What is probably most important for the trader is a fast and reliable internet connection. You need to get stock price data and the more it is delayed from the source, the greater your disadvantage.

7. What Kind of Software Do I Need?
At a minimum, you need software that allows you to enter your trades. The brokerages offer two types of software for doing this. First, is the web based platform that will run through your Internet browser. Second, is dedicated software that you have to install on your computer.

Web based software is more convenient since you can access it from any computer connected to the Internet. However, it tends to have limited features and may not be as fast for getting updated price information.

Dedicated software can offer many more features for charting, scanning and analyzing the stock market. However, you have to be sure that you are on the machine that you have installed the software on in order to make your trades. And, there may be a cost to this software.

Most good brokers will provide both so that you can have the flexibility of a web platform and the features and power of an installed platform.

8. What Brokerage Should I Use?
Active traders require the fastest connection to the stock exchanges that they wish to trade. This means they should have an account with a direct access broker who can bypass the market maker system to get your orders direct to the exchange. This will mean you get the best price on your trades in the least amount of time.

If you are paying a small “ECN” fee on each of your trades then you are trading with a direct access broker. If not, then the brokerage may be routing your buy and sell orders through a market maker who is working your order for their own profit. While you do not see this cost on your trading statements, that cost is there as you may not be getting the best price in the market.

I trade through DisnatDirect who are rated number one in Canada. Their website is

9. What Is The Most Important Criteria for Success as a Trader?
I think that most people believe that intelligence would be the most important factor but I don’t think so. I have seen a lot of very smart people who are miserable traders. Success in one aspect of life does not mean you are destined to be a great trader.

I think the most important factor is a love for trading. Since trading can be frustrating and a challenge to learn, having a passion for doing it will get you through the hard times and ensure that stick with it.

This leads to another important factor – determination. If you give up easily you will not last as a trader.

Finally, having the ability to control your emotions is important. Trading requires fast decisions involving money and that means emotions are easily involved. Trading well requires an emotional disconnect with the money.

10. How Do I Get Started?
Everything new seems complicated and overwhelming. The best way to learn is to break the topic down in to small manageable pieces and learn the pieces before putting them all together. This is how I teach people to trade; we start with the basics and just add pieces to the puzzle gradually. In the end, trading seems quite simple.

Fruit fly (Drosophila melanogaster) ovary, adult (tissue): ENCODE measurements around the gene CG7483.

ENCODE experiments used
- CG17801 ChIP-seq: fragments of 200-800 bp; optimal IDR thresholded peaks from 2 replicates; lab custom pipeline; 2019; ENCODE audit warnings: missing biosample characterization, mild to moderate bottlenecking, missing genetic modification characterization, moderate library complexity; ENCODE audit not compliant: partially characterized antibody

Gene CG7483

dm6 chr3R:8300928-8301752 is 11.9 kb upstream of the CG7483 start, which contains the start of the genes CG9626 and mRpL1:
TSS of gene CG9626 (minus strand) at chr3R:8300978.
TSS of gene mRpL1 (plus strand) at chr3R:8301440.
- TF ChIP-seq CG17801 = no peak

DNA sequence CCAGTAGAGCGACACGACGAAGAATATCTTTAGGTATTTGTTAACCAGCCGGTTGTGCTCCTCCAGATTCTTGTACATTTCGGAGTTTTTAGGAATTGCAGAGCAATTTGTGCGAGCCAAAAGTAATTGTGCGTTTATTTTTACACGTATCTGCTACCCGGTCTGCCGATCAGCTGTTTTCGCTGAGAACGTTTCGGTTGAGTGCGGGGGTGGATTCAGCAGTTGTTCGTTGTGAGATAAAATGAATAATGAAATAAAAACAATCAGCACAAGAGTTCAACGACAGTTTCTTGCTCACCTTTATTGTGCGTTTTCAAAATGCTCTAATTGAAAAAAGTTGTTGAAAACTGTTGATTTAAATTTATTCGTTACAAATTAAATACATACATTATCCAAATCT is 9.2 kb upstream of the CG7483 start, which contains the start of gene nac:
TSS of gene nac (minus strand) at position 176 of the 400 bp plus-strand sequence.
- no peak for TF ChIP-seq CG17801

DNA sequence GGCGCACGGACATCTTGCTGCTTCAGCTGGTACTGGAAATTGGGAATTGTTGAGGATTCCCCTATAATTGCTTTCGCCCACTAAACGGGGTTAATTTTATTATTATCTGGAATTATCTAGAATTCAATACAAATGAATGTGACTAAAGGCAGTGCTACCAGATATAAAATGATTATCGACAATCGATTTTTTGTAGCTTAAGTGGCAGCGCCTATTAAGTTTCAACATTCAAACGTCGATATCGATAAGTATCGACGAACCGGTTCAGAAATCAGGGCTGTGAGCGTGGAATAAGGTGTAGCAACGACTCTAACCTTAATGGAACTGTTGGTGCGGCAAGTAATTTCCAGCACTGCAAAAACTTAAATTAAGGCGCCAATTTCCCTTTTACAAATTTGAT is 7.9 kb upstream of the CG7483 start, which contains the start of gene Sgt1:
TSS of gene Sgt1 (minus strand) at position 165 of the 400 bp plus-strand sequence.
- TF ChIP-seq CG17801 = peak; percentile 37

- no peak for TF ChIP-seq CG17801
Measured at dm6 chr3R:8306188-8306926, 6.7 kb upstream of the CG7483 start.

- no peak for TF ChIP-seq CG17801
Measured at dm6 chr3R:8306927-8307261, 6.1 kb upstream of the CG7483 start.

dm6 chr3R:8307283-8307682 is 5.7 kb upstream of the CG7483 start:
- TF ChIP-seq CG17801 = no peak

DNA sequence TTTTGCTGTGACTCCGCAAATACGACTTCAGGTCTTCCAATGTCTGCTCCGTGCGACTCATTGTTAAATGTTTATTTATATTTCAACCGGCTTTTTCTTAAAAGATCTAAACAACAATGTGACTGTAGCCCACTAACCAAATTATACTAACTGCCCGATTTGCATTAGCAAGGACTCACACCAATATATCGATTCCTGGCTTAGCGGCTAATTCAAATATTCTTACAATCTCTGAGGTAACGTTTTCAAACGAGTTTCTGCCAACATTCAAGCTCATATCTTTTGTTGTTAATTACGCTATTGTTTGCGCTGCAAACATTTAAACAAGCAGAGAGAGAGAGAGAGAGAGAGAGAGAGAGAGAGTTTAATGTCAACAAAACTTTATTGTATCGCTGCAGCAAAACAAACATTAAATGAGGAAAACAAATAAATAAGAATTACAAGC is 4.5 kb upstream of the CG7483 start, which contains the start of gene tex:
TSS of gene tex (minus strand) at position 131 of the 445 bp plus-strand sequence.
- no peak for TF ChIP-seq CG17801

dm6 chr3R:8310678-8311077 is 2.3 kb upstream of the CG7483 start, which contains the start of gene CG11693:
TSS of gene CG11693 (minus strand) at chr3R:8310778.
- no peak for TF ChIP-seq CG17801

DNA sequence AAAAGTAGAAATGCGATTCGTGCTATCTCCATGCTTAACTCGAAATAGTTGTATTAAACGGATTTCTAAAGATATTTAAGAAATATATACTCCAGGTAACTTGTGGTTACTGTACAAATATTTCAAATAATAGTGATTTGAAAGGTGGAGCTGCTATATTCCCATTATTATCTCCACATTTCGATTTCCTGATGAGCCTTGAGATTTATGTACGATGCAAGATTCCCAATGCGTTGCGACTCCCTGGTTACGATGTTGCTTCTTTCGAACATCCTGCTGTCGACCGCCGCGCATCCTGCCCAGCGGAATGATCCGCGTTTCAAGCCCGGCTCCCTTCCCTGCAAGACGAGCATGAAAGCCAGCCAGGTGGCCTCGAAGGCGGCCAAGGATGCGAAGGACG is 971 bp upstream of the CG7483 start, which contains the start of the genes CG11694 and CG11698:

First, make sure you like the markets and trading. Perhaps read a book or two and study some of the free content on the web site. If you find it completely boring, you may not be destined to be a trader. If you can not stop your learning then you are a good candidate to get an education to learn the higher details of trading.


I have created a video showing the process I used to find this week’s feature stocks. Check it out by Clicking Here

The Reversal of Fortune strategy is a short selling strategy that seeks strong stocks that have had an abnormal down day that breaks the long term upward trend line. Since the overall market is showing weakness right now, this strategy should be effective at taking profits from weak stocks. I ran the Market Scan preset strategy and found a couple of stocks that fit the chart pattern that is needed. These are shown below:


1. STX
STX breaks its long term upward trend line with a abnormal drop in price on abnormal volume. This stock has made considerable gains from its lows and now appears ready to give back some of those gains. Resistance and the stop loss on this trade is at $19.65.

LGCY has been falling in price for about a week and had its worst drop on Friday as it broke the upward trend line. I think there is a good chance it will bounce higher before it goes lower so you may be able to short sell it at a higher price than we are at right now. Resistance and the stop at $21.50.


Click HERE for the Speaker Lineup at the World Outlook Financial Conferance and click  HERE if you want to learn from some of the timeless advice from some of worlds best traders including the very successful Tyler Bollhorn.



Tyler Bollhorn started trading the stock market with $3,000 in capital, some borrowed from his credit card, when he was just 19 years old. As he worked through the Business program at the University of Calgary, he constantly followed the market and traded stocks. Upon graduation, he could not shake his addiction to the market, and so he continued to trade and study the market by day, while working as a DJ at night. From his 600 square foot basement suite that he shared with his brother, Mr. Bollhorn pursued his dream of making his living buying and selling stocks.

Slowly, he began to learn how the market works, and more importantly, how to consistently make money from it. He realized that the stock market is not fair, and that a small group of people make most of the money while the general public suffers. Eventually, he found some of the key ingredients to success, and turned $30,000 in to half a million dollars in only 3 months. His career as a stock trader had finally flourished.

Much of Mr Bollhorn’s work was pioneering, so he had to create his own tools to identify opportunities. With a vision of making the research process simpler and more effective, he created the Stockscores Approach to trading, and partnered with Stockgroup in the creation of the web site. He found that he enjoyed teaching others how the market works almost as much as trading it, and he has since taught hundreds of traders how to apply the Stockscores Approach to the market.

Get the Stockscore on any of over 20,000 North American stocks.
Background on the theories used by Stockscores.
Strategies that can help you find new opportunities.
Scan the market using extensive filter criteria.
Build a portfolio of stocks and view a slide show of their charts.
See which sectors are leading the market, and their components.

This is not an investment advisory, and should not be used to make investment decisions. Information in Stockscores Perspectives is often opinionated and should be considered for information purposes only. No stock exchange anywhere has approved or disapproved of the information contained herein. There is no express or implied solicitation to buy or sell securities. The writers and editors of Perspectives may have positions in the stocks discussed above and may trade in the stocks mentioned. Don’t consider buying or selling any stock without conducting your own due diligence.